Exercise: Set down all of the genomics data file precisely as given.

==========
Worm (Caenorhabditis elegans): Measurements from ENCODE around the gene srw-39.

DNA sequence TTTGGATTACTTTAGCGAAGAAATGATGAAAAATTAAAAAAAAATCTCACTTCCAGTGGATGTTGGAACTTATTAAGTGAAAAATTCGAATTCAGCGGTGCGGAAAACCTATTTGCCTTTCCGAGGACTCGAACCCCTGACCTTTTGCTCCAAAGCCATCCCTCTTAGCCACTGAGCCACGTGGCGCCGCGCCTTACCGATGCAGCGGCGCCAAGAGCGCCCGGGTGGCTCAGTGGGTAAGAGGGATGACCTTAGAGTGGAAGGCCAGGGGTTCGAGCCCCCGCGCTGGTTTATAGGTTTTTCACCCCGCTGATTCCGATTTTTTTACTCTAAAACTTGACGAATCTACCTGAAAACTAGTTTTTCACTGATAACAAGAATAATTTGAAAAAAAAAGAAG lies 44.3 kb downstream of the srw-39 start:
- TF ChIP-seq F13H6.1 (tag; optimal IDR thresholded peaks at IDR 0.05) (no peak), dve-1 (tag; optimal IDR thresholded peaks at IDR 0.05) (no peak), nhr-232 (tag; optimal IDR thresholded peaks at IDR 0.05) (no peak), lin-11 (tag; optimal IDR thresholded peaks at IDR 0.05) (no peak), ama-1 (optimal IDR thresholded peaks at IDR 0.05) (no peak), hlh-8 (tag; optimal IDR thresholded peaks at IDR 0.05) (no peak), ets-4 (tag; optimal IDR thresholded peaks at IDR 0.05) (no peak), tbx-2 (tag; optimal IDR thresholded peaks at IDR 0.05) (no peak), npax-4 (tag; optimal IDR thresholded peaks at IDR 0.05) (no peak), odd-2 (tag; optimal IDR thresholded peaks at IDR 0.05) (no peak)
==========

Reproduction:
Worm (Caenorhabditis elegans): Measurements from ENCODE around the gene srw-39.

DNA sequence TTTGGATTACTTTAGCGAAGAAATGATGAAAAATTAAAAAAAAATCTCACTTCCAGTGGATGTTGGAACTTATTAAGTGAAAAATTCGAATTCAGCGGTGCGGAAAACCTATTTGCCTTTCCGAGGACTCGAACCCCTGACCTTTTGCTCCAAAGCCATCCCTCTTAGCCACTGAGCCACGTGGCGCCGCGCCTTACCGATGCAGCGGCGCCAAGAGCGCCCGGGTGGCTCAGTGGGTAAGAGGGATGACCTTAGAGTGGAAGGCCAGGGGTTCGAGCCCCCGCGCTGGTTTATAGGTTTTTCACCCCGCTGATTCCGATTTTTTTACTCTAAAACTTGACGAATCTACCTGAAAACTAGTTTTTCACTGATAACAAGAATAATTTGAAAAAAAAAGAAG lies 44.3 kb downstream of the srw-39 start:
- TF ChIP-seq F13H6.1 (tag; optimal IDR thresholded peaks at IDR 0.05) (no peak), dve-1 (tag; optimal IDR thresholded peaks at IDR 0.05) (no peak), nhr-232 (tag; optimal IDR thresholded peaks at IDR 0.05) (no peak), lin-11 (tag; optimal IDR thresholded peaks at IDR 0.05) (no peak), ama-1 (optimal IDR thresholded peaks at IDR 0.05) (no peak), hlh-8 (tag; optimal IDR thresholded peaks at IDR 0.05) (no peak), ets-4 (tag; optimal IDR thresholded peaks at IDR 0.05) (no peak), tbx-2 (tag; optimal IDR thresholded peaks at IDR 0.05) (no peak), npax-4 (tag; optimal IDR thresholded peaks at IDR 0.05) (no peak), odd-2 (tag; optimal IDR thresholded peaks at IDR 0.05) (no peak)